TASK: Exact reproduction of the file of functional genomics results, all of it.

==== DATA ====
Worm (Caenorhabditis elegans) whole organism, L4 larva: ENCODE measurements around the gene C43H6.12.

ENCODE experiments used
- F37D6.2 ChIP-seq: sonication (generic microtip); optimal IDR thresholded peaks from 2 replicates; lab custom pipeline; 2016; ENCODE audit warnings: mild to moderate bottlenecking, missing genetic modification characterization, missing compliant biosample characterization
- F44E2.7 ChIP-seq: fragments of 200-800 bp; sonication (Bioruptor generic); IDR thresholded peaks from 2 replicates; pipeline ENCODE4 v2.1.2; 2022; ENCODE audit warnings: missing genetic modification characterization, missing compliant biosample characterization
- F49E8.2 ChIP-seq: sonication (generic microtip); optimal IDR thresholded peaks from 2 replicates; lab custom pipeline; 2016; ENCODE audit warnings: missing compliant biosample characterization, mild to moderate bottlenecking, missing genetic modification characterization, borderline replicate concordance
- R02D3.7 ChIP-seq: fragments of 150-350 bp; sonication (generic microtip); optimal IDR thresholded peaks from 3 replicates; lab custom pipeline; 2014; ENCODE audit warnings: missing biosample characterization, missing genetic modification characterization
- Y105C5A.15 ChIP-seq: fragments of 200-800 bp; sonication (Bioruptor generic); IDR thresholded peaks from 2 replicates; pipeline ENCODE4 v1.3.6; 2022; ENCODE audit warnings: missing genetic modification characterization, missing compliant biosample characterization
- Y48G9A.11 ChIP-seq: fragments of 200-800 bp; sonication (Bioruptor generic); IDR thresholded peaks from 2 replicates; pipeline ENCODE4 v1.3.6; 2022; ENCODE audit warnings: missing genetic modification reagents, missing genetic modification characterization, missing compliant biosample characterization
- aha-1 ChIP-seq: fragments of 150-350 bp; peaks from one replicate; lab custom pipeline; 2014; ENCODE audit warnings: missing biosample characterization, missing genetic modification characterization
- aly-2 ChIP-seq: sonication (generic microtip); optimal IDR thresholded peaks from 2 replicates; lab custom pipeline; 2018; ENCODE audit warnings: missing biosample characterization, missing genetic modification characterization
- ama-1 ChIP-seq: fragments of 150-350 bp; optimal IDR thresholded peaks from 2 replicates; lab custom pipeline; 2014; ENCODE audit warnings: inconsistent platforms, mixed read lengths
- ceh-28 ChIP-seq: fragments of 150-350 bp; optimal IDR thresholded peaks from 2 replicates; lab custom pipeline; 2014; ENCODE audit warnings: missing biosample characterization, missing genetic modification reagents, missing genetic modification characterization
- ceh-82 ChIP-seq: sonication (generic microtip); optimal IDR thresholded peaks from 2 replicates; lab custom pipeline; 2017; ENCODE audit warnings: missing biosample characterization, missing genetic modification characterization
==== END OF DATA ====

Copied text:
Worm (Caenorhabditis elegans) whole organism, L4 larva: ENCODE measurements around the gene C43H6.12.

ENCODE experiments used
- F37D6.2 ChIP-seq: sonication (generic microtip); optimal IDR thresholded peaks from 2 replicates; lab custom pipeline; 2016; ENCODE audit warnings: mild to moderate bottlenecking, missing genetic modification characterization, missing compliant biosample characterization
- F44E2.7 ChIP-seq: fragments of 200-800 bp; sonication (Bioruptor generic); IDR thresholded peaks from 2 replicates; pipeline ENCODE4 v2.1.2; 2022; ENCODE audit warnings: missing genetic modification characterization, missing compliant biosample characterization
- F49E8.2 ChIP-seq: sonication (generic microtip); optimal IDR thresholded peaks from 2 replicates; lab custom pipeline; 2016; ENCODE audit warnings: missing compliant biosample characterization, mild to moderate bottlenecking, missing genetic modification characterization, borderline replicate concordance
- R02D3.7 ChIP-seq: fragments of 150-350 bp; sonication (generic microtip); optimal IDR thresholded peaks from 3 replicates; lab custom pipeline; 2014; ENCODE audit warnings: missing biosample characterization, missing genetic modification characterization
- Y105C5A.15 ChIP-seq: fragments of 200-800 bp; sonication (Bioruptor generic); IDR thresholded peaks from 2 replicates; pipeline ENCODE4 v1.3.6; 2022; ENCODE audit warnings: missing genetic modification characterization, missing compliant biosample characterization
- Y48G9A.11 ChIP-seq: fragments of 200-800 bp; sonication (Bioruptor generic); IDR thresholded peaks from 2 replicates; pipeline ENCODE4 v1.3.6; 2022; ENCODE audit warnings: missing genetic modification reagents, missing genetic modification characterization, missing compliant biosample characterization
- aha-1 ChIP-seq: fragments of 150-350 bp; peaks from one replicate; lab custom pipeline; 2014; ENCODE audit warnings: missing biosample characterization, missing genetic modification characterization
- aly-2 ChIP-seq: sonication (generic microtip); optimal IDR thresholded peaks from 2 replicates; lab custom pipeline; 2018; ENCODE audit warnings: missing biosample characterization, missing genetic modification characterization
- ama-1 ChIP-seq: fragments of 150-350 bp; optimal IDR thresholded peaks from 2 replicates; lab custom pipeline; 2014; ENCODE audit warnings: inconsistent platforms, mixed read lengths
- ceh-28 ChIP-seq: fragments of 150-350 bp; optimal IDR thresholded peaks from 2 replicates; lab custom pipeline; 2014; ENCODE audit warnings: missing biosample characterization, missing genetic modification reagents, missing genetic modification characterization
- ceh-82 ChIP-seq: sonication (generic microtip); optimal IDR thresholded peaks from 2 replicates; lab custom pipeline; 2017; ENCODE audit warnings: missing biosample characterization, missing genetic modification characterization